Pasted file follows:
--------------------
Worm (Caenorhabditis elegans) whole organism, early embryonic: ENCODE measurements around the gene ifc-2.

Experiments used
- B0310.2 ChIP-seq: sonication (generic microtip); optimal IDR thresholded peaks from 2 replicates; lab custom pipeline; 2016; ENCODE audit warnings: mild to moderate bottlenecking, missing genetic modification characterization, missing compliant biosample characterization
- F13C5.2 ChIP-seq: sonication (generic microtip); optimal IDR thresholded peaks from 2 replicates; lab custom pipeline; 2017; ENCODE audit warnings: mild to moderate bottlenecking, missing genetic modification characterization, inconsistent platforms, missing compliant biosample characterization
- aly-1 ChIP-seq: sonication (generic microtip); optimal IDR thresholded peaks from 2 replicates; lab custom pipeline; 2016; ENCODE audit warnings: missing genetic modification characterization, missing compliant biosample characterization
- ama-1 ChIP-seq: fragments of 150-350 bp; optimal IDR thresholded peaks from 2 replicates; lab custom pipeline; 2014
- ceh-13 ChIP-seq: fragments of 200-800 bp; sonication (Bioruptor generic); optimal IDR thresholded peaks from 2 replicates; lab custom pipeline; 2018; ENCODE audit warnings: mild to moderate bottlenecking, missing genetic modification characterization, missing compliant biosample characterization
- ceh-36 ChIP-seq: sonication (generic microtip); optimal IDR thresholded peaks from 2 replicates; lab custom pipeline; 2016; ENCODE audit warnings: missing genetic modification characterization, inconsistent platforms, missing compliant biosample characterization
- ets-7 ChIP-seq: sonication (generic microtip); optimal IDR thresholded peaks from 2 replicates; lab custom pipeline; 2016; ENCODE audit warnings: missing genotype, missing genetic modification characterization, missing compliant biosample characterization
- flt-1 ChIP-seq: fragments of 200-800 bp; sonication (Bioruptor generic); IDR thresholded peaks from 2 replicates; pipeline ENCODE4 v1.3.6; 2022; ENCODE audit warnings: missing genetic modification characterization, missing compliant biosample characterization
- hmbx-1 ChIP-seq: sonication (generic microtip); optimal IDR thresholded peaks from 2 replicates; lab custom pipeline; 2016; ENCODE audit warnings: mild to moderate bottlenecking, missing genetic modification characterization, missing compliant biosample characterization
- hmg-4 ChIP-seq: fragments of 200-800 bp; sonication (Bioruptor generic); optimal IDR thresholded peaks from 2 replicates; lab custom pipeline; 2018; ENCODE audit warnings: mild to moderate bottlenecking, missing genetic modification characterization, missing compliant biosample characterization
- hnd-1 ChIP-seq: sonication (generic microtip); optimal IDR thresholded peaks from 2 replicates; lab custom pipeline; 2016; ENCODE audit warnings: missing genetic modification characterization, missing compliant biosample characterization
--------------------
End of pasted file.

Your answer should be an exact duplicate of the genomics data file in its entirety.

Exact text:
Worm (Caenorhabditis elegans) whole organism, early embryonic: ENCODE measurements around the gene ifc-2.

Experiments used
- B0310.2 ChIP-seq: sonication (generic microtip); optimal IDR thresholded peaks from 2 replicates; lab custom pipeline; 2016; ENCODE audit warnings: mild to moderate bottlenecking, missing genetic modification characterization, missing compliant biosample characterization
- F13C5.2 ChIP-seq: sonication (generic microtip); optimal IDR thresholded peaks from 2 replicates; lab custom pipeline; 2017; ENCODE audit warnings: mild to moderate bottlenecking, missing genetic modification characterization, inconsistent platforms, missing compliant biosample characterization
- aly-1 ChIP-seq: sonication (generic microtip); optimal IDR thresholded peaks from 2 replicates; lab custom pipeline; 2016; ENCODE audit warnings: missing genetic modification characterization, missing compliant biosample characterization
- ama-1 ChIP-seq: fragments of 150-350 bp; optimal IDR thresholded peaks from 2 replicates; lab custom pipeline; 2014
- ceh-13 ChIP-seq: fragments of 200-800 bp; sonication (Bioruptor generic); optimal IDR thresholded peaks from 2 replicates; lab custom pipeline; 2018; ENCODE audit warnings: mild to moderate bottlenecking, missing genetic modification characterization, missing compliant biosample characterization
- ceh-36 ChIP-seq: sonication (generic microtip); optimal IDR thresholded peaks from 2 replicates; lab custom pipeline; 2016; ENCODE audit warnings: missing genetic modification characterization, inconsistent platforms, missing compliant biosample characterization
- ets-7 ChIP-seq: sonication (generic microtip); optimal IDR thresholded peaks from 2 replicates; lab custom pipeline; 2016; ENCODE audit warnings: missing genotype, missing genetic modification characterization, missing compliant biosample characterization
- flt-1 ChIP-seq: fragments of 200-800 bp; sonication (Bioruptor generic); IDR thresholded peaks from 2 replicates; pipeline ENCODE4 v1.3.6; 2022; ENCODE audit warnings: missing genetic modification characterization, missing compliant biosample characterization
- hmbx-1 ChIP-seq: sonication (generic microtip); optimal IDR thresholded peaks from 2 replicates; lab custom pipeline; 2016; ENCODE audit warnings: mild to moderate bottlenecking, missing genetic modification characterization, missing compliant biosample characterization
- hmg-4 ChIP-seq: fragments of 200-800 bp; sonication (Bioruptor generic); optimal IDR thresholded peaks from 2 replicates; lab custom pipeline; 2018; ENCODE audit warnings: mild to moderate bottlenecking, missing genetic modification characterization, missing compliant biosample characterization
- hnd-1 ChIP-seq: sonication (generic microtip); optimal IDR thresholded peaks from 2 replicates; lab custom pipeline; 2016; ENCODE audit warnings: missing genetic modification characterization, missing compliant biosample characterization